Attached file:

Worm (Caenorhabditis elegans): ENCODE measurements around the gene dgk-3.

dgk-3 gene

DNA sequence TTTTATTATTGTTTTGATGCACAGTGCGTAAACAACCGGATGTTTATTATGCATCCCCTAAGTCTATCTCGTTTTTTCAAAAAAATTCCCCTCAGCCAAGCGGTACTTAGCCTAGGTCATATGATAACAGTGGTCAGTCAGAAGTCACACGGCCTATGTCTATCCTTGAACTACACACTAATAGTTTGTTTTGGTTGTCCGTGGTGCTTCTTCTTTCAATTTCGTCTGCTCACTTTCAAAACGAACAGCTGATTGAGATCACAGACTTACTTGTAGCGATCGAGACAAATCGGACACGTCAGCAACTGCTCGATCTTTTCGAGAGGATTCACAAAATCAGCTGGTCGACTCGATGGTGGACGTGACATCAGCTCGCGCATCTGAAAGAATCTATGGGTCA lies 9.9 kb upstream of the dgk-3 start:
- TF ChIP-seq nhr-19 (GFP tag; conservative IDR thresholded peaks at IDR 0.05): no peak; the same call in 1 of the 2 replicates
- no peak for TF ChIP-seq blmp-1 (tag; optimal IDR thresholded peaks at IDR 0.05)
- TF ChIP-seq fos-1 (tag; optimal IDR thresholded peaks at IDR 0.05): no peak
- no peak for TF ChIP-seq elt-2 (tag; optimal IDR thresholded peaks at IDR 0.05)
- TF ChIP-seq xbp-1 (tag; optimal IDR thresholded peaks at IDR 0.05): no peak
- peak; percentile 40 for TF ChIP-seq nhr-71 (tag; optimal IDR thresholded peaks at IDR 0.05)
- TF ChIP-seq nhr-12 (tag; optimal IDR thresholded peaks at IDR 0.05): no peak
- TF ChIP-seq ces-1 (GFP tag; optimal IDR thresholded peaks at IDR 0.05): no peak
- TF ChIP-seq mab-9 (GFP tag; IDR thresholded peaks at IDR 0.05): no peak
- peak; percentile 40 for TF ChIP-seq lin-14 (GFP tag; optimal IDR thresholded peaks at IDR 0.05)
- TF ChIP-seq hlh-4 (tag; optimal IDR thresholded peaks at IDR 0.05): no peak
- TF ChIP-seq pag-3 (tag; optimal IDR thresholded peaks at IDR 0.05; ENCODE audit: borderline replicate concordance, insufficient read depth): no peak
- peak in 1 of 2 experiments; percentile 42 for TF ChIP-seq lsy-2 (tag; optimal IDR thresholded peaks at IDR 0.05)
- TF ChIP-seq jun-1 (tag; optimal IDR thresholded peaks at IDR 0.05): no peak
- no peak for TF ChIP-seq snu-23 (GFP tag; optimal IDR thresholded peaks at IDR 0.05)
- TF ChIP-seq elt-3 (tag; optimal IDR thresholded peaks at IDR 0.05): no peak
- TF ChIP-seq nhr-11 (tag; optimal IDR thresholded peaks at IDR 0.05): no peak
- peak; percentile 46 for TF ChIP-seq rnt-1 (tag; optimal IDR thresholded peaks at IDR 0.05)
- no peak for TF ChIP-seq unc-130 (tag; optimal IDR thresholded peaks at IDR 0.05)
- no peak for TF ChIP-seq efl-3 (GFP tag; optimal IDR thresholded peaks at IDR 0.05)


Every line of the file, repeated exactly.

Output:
Worm (Caenorhabditis elegans): ENCODE measurements around the gene dgk-3.

dgk-3 gene

DNA sequence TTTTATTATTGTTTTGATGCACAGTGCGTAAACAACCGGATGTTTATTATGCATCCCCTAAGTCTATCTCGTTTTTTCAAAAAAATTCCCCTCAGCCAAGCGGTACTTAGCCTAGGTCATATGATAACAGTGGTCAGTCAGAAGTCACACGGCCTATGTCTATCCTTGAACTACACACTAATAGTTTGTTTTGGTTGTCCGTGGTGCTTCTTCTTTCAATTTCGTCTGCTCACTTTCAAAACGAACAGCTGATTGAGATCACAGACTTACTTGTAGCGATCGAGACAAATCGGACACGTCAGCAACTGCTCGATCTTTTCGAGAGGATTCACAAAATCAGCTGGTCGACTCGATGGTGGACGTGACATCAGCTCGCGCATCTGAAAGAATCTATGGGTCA lies 9.9 kb upstream of the dgk-3 start:
- TF ChIP-seq nhr-19 (GFP tag; conservative IDR thresholded peaks at IDR 0.05): no peak; the same call in 1 of the 2 replicates
- no peak for TF ChIP-seq blmp-1 (tag; optimal IDR thresholded peaks at IDR 0.05)
- TF ChIP-seq fos-1 (tag; optimal IDR thresholded peaks at IDR 0.05): no peak
- no peak for TF ChIP-seq elt-2 (tag; optimal IDR thresholded peaks at IDR 0.05)
- TF ChIP-seq xbp-1 (tag; optimal IDR thresholded peaks at IDR 0.05): no peak
- peak; percentile 40 for TF ChIP-seq nhr-71 (tag; optimal IDR thresholded peaks at IDR 0.05)
- TF ChIP-seq nhr-12 (tag; optimal IDR thresholded peaks at IDR 0.05): no peak
- TF ChIP-seq ces-1 (GFP tag; optimal IDR thresholded peaks at IDR 0.05): no peak
- TF ChIP-seq mab-9 (GFP tag; IDR thresholded peaks at IDR 0.05): no peak
- peak; percentile 40 for TF ChIP-seq lin-14 (GFP tag; optimal IDR thresholded peaks at IDR 0.05)
- TF ChIP-seq hlh-4 (tag; optimal IDR thresholded peaks at IDR 0.05): no peak
- TF ChIP-seq pag-3 (tag; optimal IDR thresholded peaks at IDR 0.05; ENCODE audit: borderline replicate concordance, insufficient read depth): no peak
- peak in 1 of 2 experiments; percentile 42 for TF ChIP-seq lsy-2 (tag; optimal IDR thresholded peaks at IDR 0.05)
- TF ChIP-seq jun-1 (tag; optimal IDR thresholded peaks at IDR 0.05): no peak
- no peak for TF ChIP-seq snu-23 (GFP tag; optimal IDR thresholded peaks at IDR 0.05)
- TF ChIP-seq elt-3 (tag; optimal IDR thresholded peaks at IDR 0.05): no peak
- TF ChIP-seq nhr-11 (tag; optimal IDR thresholded peaks at IDR 0.05): no peak
- peak; percentile 46 for TF ChIP-seq rnt-1 (tag; optimal IDR thresholded peaks at IDR 0.05)
- no peak for TF ChIP-seq unc-130 (tag; optimal IDR thresholded peaks at IDR 0.05)
- no peak for TF ChIP-seq efl-3 (GFP tag; optimal IDR thresholded peaks at IDR 0.05)